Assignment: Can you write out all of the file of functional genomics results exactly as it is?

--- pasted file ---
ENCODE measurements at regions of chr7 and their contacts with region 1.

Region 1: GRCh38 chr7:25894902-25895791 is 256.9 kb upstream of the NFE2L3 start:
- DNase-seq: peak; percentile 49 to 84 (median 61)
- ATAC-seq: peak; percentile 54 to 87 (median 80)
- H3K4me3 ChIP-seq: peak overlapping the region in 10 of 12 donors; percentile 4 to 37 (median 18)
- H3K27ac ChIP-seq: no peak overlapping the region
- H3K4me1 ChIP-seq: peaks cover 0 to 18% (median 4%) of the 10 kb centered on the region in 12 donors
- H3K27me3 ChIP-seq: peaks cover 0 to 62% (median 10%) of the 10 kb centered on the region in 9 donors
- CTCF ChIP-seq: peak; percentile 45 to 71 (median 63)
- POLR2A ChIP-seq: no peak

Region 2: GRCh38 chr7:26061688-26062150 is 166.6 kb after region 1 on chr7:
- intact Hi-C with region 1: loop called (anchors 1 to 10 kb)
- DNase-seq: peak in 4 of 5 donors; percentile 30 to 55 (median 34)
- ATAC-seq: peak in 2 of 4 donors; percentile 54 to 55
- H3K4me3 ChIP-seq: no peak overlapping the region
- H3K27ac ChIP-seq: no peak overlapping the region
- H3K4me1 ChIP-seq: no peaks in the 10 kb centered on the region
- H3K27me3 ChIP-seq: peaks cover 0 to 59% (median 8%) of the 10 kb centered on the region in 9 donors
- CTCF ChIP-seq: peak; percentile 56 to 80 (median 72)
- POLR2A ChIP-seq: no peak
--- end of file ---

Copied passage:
ENCODE measurements at regions of chr7 and their contacts with region 1.

Region 1: GRCh38 chr7:25894902-25895791 is 256.9 kb upstream of the NFE2L3 start:
- DNase-seq: peak; percentile 49 to 84 (median 61)
- ATAC-seq: peak; percentile 54 to 87 (median 80)
- H3K4me3 ChIP-seq: peak overlapping the region in 10 of 12 donors; percentile 4 to 37 (median 18)
- H3K27ac ChIP-seq: no peak overlapping the region
- H3K4me1 ChIP-seq: peaks cover 0 to 18% (median 4%) of the 10 kb centered on the region in 12 donors
- H3K27me3 ChIP-seq: peaks cover 0 to 62% (median 10%) of the 10 kb centered on the region in 9 donors
- CTCF ChIP-seq: peak; percentile 45 to 71 (median 63)
- POLR2A ChIP-seq: no peak

Region 2: GRCh38 chr7:26061688-26062150 is 166.6 kb after region 1 on chr7:
- intact Hi-C with region 1: loop called (anchors 1 to 10 kb)
- DNase-seq: peak in 4 of 5 donors; percentile 30 to 55 (median 34)
- ATAC-seq: peak in 2 of 4 donors; percentile 54 to 55
- H3K4me3 ChIP-seq: no peak overlapping the region
- H3K27ac ChIP-seq: no peak overlapping the region
- H3K4me1 ChIP-seq: no peaks in the 10 kb centered on the region
- H3K27me3 ChIP-seq: peaks cover 0 to 59% (median 8%) of the 10 kb centered on the region in 9 donors
- CTCF ChIP-seq: peak; percentile 56 to 80 (median 72)
- POLR2A ChIP-seq: no peak